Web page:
Emic and Etic Explained


Are you confused by the terms ’emic’ and ‘etic’ when applied to research methods?  It is hardly surprising, for a quick Google of these terms will produce diverse definitions, applied to both language and culture.  Once you get further into reading about how culture influences behaviour you will find that some writers even use them as nouns (’emics’ and ‘etics’) rather than as adjectives applied to particular approaches and research methods.

The origin of the words lies within the field of linguistics, according to the Merriam-Webster online dictionary, and has been used in the terms ‘phonetic’ (representing speech sounds by symbols) and ‘phonemic’ (related to specific underlying sounds that distinguish two similar words).  Their first use in anthropology seems to date back to the 1950s, according to several dictionaries, and the way they are used in psychology is the same.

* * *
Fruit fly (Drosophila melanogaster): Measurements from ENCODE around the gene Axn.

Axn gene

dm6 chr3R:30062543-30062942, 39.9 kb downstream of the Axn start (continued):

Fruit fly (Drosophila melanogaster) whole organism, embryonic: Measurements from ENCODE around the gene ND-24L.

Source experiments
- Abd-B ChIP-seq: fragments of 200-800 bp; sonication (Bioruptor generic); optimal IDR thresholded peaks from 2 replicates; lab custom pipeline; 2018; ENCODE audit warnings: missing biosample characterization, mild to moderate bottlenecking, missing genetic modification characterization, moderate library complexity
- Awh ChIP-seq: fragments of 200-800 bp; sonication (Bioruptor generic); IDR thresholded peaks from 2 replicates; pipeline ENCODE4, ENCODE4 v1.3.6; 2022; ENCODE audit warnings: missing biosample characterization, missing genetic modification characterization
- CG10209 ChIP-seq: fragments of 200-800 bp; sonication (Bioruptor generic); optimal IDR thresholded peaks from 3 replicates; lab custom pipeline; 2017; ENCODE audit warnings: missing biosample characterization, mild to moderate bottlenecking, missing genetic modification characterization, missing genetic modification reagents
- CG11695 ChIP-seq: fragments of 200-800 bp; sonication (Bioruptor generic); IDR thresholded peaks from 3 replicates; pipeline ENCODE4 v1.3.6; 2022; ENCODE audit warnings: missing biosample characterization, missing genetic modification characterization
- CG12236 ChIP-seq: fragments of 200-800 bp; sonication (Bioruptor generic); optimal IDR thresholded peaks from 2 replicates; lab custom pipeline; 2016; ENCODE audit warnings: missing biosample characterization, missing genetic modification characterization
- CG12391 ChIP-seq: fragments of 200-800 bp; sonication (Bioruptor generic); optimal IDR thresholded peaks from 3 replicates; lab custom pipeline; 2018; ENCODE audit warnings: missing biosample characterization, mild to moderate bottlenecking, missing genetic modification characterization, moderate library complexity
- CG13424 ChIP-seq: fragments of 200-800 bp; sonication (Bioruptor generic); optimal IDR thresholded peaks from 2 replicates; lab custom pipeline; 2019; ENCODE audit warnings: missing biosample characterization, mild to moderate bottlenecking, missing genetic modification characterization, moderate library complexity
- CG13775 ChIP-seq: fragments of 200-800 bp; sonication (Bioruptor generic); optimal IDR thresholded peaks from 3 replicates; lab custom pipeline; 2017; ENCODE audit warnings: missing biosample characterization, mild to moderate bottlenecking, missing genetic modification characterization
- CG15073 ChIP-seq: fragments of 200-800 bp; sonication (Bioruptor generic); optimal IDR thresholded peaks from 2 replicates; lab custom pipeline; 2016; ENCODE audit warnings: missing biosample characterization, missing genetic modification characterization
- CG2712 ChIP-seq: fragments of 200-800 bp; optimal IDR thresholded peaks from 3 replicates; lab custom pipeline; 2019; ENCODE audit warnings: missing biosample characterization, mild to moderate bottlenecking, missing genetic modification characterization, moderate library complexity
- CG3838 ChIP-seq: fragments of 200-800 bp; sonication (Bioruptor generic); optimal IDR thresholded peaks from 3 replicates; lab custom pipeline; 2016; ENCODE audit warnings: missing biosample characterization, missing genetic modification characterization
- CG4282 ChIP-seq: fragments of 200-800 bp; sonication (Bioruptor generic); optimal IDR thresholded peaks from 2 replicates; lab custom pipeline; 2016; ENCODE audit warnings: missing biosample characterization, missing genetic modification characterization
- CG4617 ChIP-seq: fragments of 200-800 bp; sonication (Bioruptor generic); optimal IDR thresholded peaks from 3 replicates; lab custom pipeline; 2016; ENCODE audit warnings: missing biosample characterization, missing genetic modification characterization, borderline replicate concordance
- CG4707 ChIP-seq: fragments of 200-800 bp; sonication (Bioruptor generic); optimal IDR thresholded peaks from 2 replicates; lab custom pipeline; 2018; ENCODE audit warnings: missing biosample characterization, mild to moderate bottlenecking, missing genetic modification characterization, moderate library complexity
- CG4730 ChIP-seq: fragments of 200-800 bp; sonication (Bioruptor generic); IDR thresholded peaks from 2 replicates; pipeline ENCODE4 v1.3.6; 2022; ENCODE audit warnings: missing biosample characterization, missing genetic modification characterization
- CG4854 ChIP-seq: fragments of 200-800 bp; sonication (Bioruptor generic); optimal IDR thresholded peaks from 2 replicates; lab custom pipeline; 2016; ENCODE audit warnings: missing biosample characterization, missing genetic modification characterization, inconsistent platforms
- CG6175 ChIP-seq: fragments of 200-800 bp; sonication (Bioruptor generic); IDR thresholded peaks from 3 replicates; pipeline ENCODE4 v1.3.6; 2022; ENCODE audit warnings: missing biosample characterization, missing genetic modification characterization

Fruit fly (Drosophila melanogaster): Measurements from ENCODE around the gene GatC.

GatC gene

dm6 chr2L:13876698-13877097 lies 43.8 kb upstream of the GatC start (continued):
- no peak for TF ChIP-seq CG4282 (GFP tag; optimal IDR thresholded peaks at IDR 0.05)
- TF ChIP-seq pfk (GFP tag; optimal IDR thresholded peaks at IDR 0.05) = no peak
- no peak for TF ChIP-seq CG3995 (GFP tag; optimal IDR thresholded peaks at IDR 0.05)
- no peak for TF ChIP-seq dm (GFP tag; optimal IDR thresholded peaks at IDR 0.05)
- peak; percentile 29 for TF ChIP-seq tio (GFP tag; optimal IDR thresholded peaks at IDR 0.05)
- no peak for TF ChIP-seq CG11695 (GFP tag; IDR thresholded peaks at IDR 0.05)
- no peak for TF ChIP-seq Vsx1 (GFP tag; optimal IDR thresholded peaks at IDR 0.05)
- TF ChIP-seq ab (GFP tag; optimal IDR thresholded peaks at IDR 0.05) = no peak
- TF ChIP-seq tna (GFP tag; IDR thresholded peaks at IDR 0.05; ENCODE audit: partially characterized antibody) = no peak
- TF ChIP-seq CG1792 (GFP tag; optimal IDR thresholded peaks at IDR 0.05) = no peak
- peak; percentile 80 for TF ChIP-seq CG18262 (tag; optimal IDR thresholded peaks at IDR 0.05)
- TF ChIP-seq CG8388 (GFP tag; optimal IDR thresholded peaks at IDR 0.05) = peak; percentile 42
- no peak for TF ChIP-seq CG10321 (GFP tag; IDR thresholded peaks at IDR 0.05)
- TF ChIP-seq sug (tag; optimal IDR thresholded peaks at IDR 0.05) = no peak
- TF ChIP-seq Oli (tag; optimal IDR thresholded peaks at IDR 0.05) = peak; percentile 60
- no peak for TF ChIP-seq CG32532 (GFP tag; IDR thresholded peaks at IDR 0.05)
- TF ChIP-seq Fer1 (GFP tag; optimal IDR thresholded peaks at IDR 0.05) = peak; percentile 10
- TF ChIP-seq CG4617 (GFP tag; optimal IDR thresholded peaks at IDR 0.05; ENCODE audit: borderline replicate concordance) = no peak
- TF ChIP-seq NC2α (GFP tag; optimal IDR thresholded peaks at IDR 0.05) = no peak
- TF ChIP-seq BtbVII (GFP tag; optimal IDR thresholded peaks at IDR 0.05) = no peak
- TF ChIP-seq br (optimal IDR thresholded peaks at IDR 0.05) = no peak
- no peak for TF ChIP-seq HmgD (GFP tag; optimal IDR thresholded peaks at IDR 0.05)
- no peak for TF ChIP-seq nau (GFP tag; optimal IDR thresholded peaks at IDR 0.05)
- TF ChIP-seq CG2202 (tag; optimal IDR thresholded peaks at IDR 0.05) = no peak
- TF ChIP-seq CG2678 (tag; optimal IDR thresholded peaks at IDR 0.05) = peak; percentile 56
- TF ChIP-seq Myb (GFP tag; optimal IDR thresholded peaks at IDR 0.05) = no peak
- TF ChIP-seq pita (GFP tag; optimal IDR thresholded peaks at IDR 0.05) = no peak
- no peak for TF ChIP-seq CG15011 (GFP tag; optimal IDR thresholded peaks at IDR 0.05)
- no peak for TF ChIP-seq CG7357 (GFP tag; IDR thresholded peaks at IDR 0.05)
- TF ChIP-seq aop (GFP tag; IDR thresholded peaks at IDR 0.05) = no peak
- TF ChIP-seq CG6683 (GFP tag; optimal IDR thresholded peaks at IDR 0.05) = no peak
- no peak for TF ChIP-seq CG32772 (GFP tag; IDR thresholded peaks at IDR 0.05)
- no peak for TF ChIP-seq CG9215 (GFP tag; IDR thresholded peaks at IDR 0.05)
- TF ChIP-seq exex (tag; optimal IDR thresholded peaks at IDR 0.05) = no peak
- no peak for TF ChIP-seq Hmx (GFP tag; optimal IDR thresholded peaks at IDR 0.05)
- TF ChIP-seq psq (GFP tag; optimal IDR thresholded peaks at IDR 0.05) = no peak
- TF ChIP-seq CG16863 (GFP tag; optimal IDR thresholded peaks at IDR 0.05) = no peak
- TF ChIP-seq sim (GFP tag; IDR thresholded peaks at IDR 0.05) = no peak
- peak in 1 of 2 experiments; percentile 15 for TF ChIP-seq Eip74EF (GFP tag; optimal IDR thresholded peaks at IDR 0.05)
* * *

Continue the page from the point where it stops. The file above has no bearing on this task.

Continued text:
Etic research is research that compares data from different cultures in an effort to uncover general rules regarding human behaviour. Think eTic = ‘T for telescope.’  A telescope allows us to take a large comparative view of landscapes and see a lot from a distance.   This is often quantitative research that generates data tables.  (Höfstede’s research into cultural dimensions is a good example of  etic research).

Emic research is conducted within one culture or sometimes within one social group within the culture, and focuses on uncovering the individual and group meaning of people’s actions, communications and attitudes.  Think eMic = ‘M for microscope.’ A microscope allows us to take a very close look at very small details, and see the meaning of changes in cells, for example.  This is almost exclusively qualitative research that generates written data, often from video- or audio-recorded observations or interviews.  (Howarth’s focus group interview method researching the construction of social identity of Brixton youth, with detailed transcription of the interviews, is a good example of emic research).


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